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December 18, 2015

Diction is the choice of words. In English, there are many confusing pairs of words. Some words have similar meanings, but cannot be used interchangeably, that is, a choice must be made according to the situation. The following are some popular pairs of confusable words.



  • Lie/Lay


Lie cannot take an object. Lie tells what a person or thing does for himself or by itself. The principal forms of lie are


     Lie (simple present tense form)


  • John lies on his bed for a few minutes after lunch every day.


     Lay (simple past tense form)


Sunita lay on the sofa all yesterday afternoon.


Lain (past participle form)


  • The watch had lain unnoticed for several days before I found it yesterday.


       Lying (present participle form)


  • A man was lying injured on the street after the accident


Lay must have an object. ‘Lay’ tells what a person or thing does for someone or something else. The principal forms of lay are


lay (simple present tense form)

  • You should lay the tiles in the hall very evenly.




     laid (simple past tense form)



  • This hen laid two eggs



     laid (past participle form)


  • That hen has laid six eggs this week.



     laying (present participle)


  • The workers are laying the carpet now in the hall.




  • Hanged/Hung


Hanged and hung are both correct past participle forms of the verb hang. But hanged refers to executions (capital punishment) of persons.


  • The murderer was hanged to death.


Hung refers to things


  • The picture was hung over the fireplace.


Advice                                    (Noun) The teacher gave advice to the students.

Advise                                     (Verb) The doctor advised me to take nutritious food.



Adapt                                       (make suitable) Novels are adapted for the stage.

Adopt                                       (take a child as one’s own)   He adopted a son.



Allusion                                               (Suggestion) The allusion that I am stingy is a mistake.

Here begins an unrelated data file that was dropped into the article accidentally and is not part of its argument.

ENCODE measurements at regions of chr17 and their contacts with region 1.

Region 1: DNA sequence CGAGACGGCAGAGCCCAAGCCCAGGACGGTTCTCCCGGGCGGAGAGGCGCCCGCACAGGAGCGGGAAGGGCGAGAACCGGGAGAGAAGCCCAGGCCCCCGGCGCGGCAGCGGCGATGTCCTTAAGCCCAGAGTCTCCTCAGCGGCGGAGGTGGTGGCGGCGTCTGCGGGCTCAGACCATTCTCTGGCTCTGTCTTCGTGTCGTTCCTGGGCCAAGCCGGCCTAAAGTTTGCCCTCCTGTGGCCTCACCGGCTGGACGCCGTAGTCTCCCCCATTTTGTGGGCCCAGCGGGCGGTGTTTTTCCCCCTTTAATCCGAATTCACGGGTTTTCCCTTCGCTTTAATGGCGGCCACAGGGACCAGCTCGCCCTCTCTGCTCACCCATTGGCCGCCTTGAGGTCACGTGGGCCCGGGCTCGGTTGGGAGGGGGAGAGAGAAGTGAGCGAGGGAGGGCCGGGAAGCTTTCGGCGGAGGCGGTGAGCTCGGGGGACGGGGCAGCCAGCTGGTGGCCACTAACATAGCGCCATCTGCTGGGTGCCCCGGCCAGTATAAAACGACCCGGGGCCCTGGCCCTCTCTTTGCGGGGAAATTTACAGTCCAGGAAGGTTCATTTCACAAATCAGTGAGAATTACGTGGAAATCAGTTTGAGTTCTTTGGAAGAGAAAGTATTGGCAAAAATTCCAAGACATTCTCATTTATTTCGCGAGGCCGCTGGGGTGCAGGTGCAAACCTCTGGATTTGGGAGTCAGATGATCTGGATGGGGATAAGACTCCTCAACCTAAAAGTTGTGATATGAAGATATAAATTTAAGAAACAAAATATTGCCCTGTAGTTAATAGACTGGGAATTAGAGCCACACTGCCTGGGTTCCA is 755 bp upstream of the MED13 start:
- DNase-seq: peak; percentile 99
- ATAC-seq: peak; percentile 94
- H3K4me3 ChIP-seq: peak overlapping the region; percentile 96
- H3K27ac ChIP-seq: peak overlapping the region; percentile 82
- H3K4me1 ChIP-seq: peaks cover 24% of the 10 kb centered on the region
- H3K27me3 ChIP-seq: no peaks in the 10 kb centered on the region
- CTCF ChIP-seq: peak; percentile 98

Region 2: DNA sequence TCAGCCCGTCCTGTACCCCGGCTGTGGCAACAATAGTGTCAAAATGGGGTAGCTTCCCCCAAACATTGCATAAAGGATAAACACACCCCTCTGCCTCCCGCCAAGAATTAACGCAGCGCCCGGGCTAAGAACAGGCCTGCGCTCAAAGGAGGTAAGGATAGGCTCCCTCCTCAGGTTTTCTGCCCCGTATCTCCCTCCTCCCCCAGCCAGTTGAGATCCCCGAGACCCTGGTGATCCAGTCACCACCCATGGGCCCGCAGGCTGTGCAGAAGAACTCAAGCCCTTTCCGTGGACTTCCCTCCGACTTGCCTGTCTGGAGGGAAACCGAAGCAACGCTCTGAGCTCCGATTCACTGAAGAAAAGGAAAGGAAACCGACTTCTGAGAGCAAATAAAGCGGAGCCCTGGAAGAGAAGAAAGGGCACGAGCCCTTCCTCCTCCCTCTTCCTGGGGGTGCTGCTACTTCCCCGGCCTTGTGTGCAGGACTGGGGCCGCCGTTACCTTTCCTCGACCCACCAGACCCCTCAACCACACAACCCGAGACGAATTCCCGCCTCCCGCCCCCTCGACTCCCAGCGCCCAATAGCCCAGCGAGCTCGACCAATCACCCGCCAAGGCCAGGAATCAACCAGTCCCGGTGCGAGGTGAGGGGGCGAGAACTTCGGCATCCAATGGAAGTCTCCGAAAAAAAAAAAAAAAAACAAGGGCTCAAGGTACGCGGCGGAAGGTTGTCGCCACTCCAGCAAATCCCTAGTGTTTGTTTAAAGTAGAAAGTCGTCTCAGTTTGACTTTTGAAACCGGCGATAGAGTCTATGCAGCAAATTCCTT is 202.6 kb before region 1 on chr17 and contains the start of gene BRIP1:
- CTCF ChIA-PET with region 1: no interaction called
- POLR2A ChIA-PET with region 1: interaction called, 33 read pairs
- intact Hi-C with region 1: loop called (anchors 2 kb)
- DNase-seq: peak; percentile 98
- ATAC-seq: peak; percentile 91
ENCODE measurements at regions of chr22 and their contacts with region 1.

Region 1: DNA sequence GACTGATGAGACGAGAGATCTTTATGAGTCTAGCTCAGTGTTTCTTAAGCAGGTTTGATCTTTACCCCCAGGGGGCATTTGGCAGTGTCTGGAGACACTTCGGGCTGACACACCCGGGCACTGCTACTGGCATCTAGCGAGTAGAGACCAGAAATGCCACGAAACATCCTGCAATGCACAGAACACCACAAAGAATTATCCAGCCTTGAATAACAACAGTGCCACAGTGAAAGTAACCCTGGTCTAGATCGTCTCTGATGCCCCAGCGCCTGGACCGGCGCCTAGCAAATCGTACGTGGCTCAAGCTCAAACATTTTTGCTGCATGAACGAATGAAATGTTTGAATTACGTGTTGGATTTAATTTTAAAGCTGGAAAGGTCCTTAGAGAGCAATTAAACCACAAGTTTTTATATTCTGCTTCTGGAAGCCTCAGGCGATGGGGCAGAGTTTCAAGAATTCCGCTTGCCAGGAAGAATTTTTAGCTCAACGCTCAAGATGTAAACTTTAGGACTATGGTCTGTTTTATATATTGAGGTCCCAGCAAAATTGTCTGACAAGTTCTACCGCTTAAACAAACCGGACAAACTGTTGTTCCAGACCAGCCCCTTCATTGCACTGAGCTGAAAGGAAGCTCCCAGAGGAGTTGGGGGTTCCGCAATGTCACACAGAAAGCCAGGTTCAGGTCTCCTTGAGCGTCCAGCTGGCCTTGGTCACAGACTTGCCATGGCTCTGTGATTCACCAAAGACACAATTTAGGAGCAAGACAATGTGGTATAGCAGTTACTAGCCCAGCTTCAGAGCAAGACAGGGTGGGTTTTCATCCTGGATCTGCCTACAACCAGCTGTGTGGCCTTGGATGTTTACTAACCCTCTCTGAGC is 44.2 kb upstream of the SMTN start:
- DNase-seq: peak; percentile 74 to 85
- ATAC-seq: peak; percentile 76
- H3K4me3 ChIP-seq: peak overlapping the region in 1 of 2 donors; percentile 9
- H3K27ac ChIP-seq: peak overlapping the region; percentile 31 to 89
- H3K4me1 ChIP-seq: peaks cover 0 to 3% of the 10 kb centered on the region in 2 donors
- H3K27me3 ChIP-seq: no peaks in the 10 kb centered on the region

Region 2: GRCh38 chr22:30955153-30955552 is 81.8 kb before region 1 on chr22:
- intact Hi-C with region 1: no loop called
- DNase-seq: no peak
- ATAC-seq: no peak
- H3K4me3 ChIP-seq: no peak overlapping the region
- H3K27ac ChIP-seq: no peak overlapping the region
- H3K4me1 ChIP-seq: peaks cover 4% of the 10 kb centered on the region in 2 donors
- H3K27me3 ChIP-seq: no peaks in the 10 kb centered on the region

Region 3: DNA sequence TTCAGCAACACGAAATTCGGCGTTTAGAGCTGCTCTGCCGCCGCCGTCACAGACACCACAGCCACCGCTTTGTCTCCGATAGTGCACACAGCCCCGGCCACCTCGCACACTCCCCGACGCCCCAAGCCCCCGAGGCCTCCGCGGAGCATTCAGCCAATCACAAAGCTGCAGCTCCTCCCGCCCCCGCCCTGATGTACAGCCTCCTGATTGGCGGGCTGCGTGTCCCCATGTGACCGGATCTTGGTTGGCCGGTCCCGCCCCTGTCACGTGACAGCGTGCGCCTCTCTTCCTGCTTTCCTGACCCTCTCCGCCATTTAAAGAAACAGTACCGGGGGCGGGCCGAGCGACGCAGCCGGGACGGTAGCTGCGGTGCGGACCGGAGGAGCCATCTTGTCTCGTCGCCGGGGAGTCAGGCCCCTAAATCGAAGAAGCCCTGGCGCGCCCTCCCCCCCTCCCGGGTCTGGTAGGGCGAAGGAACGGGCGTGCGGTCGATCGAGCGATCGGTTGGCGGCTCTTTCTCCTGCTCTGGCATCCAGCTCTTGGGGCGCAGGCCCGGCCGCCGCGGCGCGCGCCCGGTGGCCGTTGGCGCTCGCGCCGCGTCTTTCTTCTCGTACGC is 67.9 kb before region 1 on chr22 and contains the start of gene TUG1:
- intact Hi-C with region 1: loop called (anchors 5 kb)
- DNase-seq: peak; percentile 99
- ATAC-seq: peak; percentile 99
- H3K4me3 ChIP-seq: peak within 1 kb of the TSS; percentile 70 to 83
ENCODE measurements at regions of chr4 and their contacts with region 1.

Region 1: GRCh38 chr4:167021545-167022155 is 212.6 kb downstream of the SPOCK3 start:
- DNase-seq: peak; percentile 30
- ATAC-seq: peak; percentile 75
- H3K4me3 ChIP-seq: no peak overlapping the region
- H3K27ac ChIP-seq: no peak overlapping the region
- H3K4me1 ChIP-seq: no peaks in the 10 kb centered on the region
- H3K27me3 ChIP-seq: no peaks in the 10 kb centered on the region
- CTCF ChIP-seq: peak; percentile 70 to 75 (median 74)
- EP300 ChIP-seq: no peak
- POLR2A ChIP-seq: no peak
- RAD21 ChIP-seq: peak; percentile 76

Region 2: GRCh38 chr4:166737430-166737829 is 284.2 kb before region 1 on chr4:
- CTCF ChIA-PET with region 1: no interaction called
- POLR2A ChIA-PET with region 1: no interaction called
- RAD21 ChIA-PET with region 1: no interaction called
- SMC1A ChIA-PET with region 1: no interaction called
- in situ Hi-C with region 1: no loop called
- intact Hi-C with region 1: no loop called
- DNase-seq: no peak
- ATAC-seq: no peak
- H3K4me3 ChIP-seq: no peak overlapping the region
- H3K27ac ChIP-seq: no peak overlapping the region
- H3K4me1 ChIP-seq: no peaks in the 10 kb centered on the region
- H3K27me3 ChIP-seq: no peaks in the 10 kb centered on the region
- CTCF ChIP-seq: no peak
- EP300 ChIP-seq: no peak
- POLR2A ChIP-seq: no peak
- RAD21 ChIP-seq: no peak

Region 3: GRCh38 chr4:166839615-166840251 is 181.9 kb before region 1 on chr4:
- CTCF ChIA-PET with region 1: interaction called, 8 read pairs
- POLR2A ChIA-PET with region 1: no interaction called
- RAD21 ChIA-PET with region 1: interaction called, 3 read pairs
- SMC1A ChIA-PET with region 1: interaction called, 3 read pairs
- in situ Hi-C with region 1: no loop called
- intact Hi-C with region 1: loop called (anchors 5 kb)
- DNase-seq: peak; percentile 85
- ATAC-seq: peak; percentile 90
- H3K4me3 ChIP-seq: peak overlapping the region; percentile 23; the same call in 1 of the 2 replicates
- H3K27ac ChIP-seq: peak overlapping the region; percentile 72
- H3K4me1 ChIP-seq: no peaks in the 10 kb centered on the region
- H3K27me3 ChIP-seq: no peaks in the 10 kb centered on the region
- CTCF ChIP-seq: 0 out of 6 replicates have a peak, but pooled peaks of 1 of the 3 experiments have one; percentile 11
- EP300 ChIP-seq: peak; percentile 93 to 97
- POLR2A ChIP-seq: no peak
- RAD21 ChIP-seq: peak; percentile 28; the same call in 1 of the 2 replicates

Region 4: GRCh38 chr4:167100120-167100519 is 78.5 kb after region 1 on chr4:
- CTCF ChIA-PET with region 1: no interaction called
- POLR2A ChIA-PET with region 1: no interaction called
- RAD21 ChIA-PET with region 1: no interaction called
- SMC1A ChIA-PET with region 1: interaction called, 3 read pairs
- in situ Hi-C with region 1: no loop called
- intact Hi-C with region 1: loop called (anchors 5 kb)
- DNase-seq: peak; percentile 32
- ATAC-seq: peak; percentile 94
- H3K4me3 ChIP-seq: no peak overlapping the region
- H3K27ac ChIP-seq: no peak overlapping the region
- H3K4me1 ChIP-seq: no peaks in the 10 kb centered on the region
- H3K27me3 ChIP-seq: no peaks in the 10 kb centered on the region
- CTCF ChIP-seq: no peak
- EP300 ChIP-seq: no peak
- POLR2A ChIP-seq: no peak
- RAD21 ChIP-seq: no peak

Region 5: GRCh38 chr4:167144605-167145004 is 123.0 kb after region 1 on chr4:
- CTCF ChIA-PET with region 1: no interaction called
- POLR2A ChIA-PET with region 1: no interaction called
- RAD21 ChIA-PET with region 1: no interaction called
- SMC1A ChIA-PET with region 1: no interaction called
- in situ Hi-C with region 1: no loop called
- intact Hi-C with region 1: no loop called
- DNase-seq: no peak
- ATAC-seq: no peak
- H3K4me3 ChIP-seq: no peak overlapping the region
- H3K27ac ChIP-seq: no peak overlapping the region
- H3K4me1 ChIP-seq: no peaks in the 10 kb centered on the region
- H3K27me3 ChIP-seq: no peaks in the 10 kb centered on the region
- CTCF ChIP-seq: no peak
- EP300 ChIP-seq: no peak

Illusion                                     (false notion) I do not have illusions about his ability.



Amiable                                   (pleasant and good-tempered) Radha is quite an amiable person.

Amicable                                  The dispute is not serious; an amicable settlement is possible.



Apposite                                              (Relevant) His speech was apposite to the occasion.

Opposite                                             (contrary) Heavy is the opposite of light.



Beside                                                 (by the side of, close) His mother sat beside him.

Besides                                                (in addition to) Is anyone else coming besides you?



Childish                                    (silly) I don’t like his childish behaviour.

Childlike                                    (innocent) Gandhiji always put on a childlike smile on his lips.



Continual                                  (very frequent) He had continual arguments with his wife

Continuous                               (going on without a break) There was continuous rain yesterday



Historic                                     (famous or important in history) Our freedom struggle is historic as leaders made great sacrifices.

Historical                                  (pertaining to history) Our professor does historical research.



Verbal                                       (relating to speech) Man alone can do verbal communication.

Verbose                                   (wordy) Many writers use a verbose style in their works.



Prophecy                                  (Prediction turned out) Noun: His prophecy about an earthquake proved false.

Prophesy                                             (to predict) Verb: He prophesied the end of the earth.